I have a simple tag_map

article_id int(11) unsigned NOT NULL,
tag_id int(11) unsigned NOT NULL,
PRIMARY KEY(article_id,tag_id)

The table is quite big (over 900 million rows). Obviously, INSERTing into the empty table is quite fast, but when I add more rows, it takes a long time (since it needs to check for duplicates).

INSERT IGNORE INTO tag_map (article_id,tag_id)
    SELECT article_id,tag_id FROM t1 WHERE article_id>0 AND tag_id>0

I did not run a side-by-side benchmark, but ARIA table is about 2-3 times faster for adding more rows.

I wonder if there are tricks to make InnoDB faster for this?

The relevant configs are

innodb_buffer_pool_size = 50G
innodb_thread_concurrency = 0
innodb_read_io_threads = 64
innodb_write_io_threads = 64
innodb_flush_log_at_trx_commit = 0

1 Answer 1


Two things that each might speed it up:

  • Add secondary keys after building the table. That is, leave off INDEX(tag_id) and do an ALTER to add the index later.

  • Sort and de-dup the incoming data. That is

      INSERT INTO ...
          SELECT DISTINCT ...
              ORDER BY article_id, tag_id;

The IGNORE requires a lookup to verify that the row is not already there. DISTINCT has the same effect, but is done in bulk, not one row at a time.

What is the relative size of the Aria table vs InnoDB?

In my experience, "tags" should not be normalized. That is, I would simply have (article_id, tag), not tag_id linking to another table. That extra JOIN costs something.

Another tip: If you will be sorting articles for display, especially with LIMIT and OFFSET, there are certain other inefficiencies. I discuss this in Lists . (That talks about "topics" in place of "tags".)

  • I don't follow. You are talking about the INSERT INTO empty table? My problem is when adding more rows. I need INDEX(tag_id) and IGNORE to skip duplicate rows (the rows that already exist in tag_map not duplicates in t1 to be filtered by DISTINCT). The InnoDB table is about 1.5 times larger than the ARIA table.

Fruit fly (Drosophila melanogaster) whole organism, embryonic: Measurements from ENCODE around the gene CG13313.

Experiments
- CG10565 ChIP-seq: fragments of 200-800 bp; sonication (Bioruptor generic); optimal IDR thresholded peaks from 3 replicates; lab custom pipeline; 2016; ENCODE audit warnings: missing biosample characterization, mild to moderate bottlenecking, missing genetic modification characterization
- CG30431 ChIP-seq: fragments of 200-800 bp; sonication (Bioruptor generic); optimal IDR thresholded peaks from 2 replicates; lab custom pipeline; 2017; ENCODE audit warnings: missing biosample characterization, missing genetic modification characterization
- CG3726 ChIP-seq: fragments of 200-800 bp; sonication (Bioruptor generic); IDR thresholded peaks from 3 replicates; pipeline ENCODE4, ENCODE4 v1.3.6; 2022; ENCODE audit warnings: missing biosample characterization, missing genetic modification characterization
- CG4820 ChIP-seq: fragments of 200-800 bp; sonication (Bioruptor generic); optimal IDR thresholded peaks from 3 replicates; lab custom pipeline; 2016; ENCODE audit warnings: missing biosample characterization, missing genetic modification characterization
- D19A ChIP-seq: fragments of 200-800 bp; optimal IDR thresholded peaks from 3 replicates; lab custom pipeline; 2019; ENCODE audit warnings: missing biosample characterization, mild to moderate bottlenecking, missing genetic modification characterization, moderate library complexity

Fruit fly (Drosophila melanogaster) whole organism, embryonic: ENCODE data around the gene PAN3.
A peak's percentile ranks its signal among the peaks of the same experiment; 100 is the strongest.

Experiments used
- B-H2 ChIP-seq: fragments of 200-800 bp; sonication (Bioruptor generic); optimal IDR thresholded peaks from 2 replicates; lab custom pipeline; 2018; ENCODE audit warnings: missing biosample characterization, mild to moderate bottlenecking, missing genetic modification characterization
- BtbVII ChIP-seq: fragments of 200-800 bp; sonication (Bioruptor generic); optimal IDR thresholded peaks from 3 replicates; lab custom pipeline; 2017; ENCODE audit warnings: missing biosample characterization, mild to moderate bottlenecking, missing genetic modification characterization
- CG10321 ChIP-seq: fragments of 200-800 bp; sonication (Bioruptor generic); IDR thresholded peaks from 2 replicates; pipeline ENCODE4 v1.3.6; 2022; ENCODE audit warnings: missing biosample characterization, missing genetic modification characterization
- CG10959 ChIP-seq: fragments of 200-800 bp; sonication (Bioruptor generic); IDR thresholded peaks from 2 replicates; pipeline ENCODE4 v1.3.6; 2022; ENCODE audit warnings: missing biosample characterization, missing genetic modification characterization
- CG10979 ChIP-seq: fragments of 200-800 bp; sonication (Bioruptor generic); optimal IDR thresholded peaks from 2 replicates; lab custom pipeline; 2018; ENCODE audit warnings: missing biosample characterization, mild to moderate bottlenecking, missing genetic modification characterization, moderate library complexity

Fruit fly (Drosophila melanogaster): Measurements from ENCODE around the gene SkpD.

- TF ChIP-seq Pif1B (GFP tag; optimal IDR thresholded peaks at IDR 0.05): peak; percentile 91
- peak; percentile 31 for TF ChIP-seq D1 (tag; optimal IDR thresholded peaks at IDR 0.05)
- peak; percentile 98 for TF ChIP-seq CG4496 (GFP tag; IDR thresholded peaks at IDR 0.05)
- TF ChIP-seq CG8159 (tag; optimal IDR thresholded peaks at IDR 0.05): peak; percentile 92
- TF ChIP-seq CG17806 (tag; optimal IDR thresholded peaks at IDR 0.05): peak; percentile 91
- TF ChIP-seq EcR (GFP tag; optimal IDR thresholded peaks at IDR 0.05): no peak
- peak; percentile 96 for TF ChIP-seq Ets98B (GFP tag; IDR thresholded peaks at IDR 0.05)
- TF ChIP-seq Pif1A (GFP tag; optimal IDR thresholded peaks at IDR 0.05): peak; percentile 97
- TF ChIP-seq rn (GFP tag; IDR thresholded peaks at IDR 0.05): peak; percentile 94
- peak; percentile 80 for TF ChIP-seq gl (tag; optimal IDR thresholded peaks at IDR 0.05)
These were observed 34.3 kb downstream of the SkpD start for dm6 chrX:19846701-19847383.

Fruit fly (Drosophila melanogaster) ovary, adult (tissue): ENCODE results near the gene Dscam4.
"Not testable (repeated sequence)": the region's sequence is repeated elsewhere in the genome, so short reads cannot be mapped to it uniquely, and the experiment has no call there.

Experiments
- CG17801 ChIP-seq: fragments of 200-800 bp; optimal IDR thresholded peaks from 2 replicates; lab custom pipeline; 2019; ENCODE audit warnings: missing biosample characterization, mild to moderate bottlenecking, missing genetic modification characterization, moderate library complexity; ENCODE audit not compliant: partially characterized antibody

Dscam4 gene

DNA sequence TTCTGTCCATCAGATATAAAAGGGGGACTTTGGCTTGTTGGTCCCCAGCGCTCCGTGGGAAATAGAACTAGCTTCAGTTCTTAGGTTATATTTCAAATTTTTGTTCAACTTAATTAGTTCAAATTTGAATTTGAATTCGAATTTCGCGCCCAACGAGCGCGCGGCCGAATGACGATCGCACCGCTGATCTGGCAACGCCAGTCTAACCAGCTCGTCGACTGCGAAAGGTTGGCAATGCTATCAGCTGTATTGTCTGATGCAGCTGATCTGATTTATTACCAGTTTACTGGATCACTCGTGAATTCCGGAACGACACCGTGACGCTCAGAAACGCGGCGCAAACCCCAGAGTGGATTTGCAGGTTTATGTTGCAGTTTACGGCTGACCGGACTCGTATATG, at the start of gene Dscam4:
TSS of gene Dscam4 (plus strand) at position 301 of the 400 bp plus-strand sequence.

– Googlebot
    Aug 1 at 23:30
  • @Googlebot - Sorry, both of my suggestions assume an empty table.
    – Rick James
    Aug 2 at 2:25
  • FYI, for a 1.5 billion-row table, InnoDB's ibd file is 141.7GB, Aria's MAD 13.6GB, and MAI 36.4GB. Thus, the exact answer is InnoDB table is almost 3 times larger.
    – Googlebot
    Aug 2 at 3:48
  • @Googlebot - Thanks. 2x to 3x is what I have measured many times for InnoDB :: MyISAM. So, I guess Aria is somewhat similar to MyISAM.
    – Rick James
    Aug 2 at 3:54
  • I have experimented a lot. MyISAM is slightly smaller than Aria. This is the biggest difference between the size of InnoDB and MyISAM/ARIA since there are two small indexed columns. I store mediumtext tables by Aria, and the difference is less than 1.5 times. There is not much storage benefit, but reading from Aria on HDD is 10 times faster than InnoDB.
    – Googlebot
    Aug 2 at 3:59

Your Answer

By clicking “Post Your Answer”, you agree to our terms of service, privacy policy and cookie policy

Not the answer you're looking for? Browse other questions tagged or ask your own question.